and of any other law for the time being in
force shall apply to the suits and
proceedings [other than the proceedings
under Chapter IX of the Code of Criminal
Procedure, 1973 (2 of 1974)] before a
Family Court and for the purposes of the
said provisions of the Code, a Family
Court shall be deemed to be a civil court
and shall have all the powers of such

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court. ”

5. It is clear from a reading of this

Section that the provisions of Civil Procedure

Code are expressly made applicable to the

Family Courts and that in order to remove any

doubt which anybody may perhaps entertain

about the nomenclature of the Court, which is of

“Family Court”, the legislature has expressed

itself to clear it off in so many words that

“Family Court shall be deemed to be a civil

court”. This Section on a careful look at it,

would show that it is capable of being divided in

two parts. First part relates to the applicability

of the provisions of the Civil Procedure Code to

a Family Court which has the effect of clothing

a Family Court with all those powers a civil

court would have under the Civil Procedure

Code. Second part contains a declaration of

legislative intent. The legislature intends that

this Court, by fiction of law, be deemed to be a

Civil Court. A combined reading of these two

parts would clearly show that a Family Court

has got all those powers of a civil court which it

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has under the Provisions of Civil Procedure Code

and for all purposes, it is considered to be a Civil

Court. When the law declares status of a

particular Court in this fashion, the status of that

Court cannot be considered to be separate and

distinct from that of a Civil Court. It can not be

distinguished from that of a naturally born civil

court. The reason being that as long as the

status and powers of both the Courts are same,

as I see in both these Courts, it makes no

difference whether a progeny is born naturally

of fictionally. After all, it is for parents to

distinguish between their natural progeny and

artificially born progeny and if the parents treat

them equally and see no difference in them,

nobody else can treat and see them differently.

Here, the legislature, the great begetter of laws,

has accorded Family Court such equal status

and treatment and so nobody can, in my humble

view, has a right to thrust inferior status on it.

To say otherwise is to go against the legislative

intent. Therefore, I find that a Family Court, by

virtue of the provisions of Section 10 of the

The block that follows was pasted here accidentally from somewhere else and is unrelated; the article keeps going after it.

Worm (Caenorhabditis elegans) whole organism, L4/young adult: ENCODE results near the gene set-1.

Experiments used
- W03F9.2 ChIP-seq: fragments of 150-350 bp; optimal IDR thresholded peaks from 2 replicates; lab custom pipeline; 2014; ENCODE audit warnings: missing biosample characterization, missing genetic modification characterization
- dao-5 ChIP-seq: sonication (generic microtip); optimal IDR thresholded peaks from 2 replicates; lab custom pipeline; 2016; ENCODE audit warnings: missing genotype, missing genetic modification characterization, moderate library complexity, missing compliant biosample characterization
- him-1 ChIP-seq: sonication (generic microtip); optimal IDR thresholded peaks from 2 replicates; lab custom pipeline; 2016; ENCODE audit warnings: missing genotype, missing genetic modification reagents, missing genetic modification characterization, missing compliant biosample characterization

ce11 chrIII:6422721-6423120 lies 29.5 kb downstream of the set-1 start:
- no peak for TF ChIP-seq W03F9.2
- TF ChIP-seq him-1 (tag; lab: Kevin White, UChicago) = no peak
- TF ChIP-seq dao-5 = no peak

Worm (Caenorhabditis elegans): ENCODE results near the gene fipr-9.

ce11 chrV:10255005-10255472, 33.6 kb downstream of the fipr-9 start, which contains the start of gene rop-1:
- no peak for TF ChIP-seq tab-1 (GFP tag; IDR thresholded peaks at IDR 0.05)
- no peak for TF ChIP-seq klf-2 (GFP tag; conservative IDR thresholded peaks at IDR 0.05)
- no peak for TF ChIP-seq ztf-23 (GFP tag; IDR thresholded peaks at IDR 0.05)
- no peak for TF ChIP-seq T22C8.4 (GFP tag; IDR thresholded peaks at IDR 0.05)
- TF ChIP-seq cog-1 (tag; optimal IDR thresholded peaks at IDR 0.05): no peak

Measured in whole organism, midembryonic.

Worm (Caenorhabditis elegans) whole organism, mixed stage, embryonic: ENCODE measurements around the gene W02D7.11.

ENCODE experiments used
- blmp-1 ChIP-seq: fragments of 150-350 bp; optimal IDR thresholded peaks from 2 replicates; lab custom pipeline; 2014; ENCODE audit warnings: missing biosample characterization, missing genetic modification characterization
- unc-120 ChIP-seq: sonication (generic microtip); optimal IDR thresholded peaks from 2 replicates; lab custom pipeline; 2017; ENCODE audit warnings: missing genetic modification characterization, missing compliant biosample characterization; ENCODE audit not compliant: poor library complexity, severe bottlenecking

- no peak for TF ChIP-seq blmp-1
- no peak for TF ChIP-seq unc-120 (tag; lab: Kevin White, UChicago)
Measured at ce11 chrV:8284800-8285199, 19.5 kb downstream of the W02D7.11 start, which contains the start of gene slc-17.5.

Family Courts Act, would have to be considered

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as equal to a civil court, no less and no more.

6. Now, what is left for this Court is to

find out if the order passed by the Family Court

invoking its power under Order 7 Rule 10 would

be amenable to a remedy of appeal available to

an aggrieved party under the provisions of the

Civil Procedure Code or not. This remedy of

appeal can be found to be expressly provided

under Order 43 Rule 1(a) of the Civil Procedure

Code and thus, I find that this appeal is tenable.

7. In the cases relied upon by the

learned counsel for the respondent, Hon’ble

Apex Court has laid down the parameters by

which a Court could be considered or not

considered as a Civil Court. These parameters

have been admittedly determined in the cases

where the provisions of different statutes were

under consideration. In all these cases, the

provision of Section 10 of the Family Courts Act

admittedly was not under consideration and the

law laid down by the Hon’ble Apex Court in

these cases was only in the context of those

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particular provisions of law. Therefore, in my

humble opinion, these cases would lend no

support to the stand taken by the respondent.

8. The view taken by me that an order

passed by a Family Court under the provisions of

Order 7 Rule 10 of Civil Procedure Code is

amenable to challenge in the nature of appeal

provided under Order 43 Rule 1(a) also finds

support in a similar view taken by the Alahabad

High Court in the case of Bhagwati Pandey Vs.

Shyam Narayan Pandey and others reported

in 2012(2) Civil LJ 618 which in fact, is the

case relied upon not only by the appellant also

by the respondent.

9. There are two more contentions

raised by the learned counsel for the respondent.

These contentions are that Section 14 of the

Family Courts Act excludes the applicability of

the provisions of the Evidence Act and as held

by the Hon’ble Supreme Court, whenever

provisions of Evidence Act are not made

applicable, such a provision stands as one of the

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indicators that the Court is not a civil court. The

second contention is that the provisions of

Section 104 of the Civil Procedure Code as well

as that of Order 43 Rule 1(a), both are

substantive provisions and not procedural and

therefore, would not be applicable to any order

passed by the Family Court. The argument does

not appeal to reason in view of the effect that

Section 10 of the Family Courts Act has on

status and powers of a Family Court which has

been elaborated in detail in the previous

paragraph and therefore, the argument appears

to be unsound. It is rejected accordingly.

10. In view of above, I find that there is

no merit in the preliminary objection and it is

rejected.

Matter be listed on 18.12.2017.

JUDGE
Gohane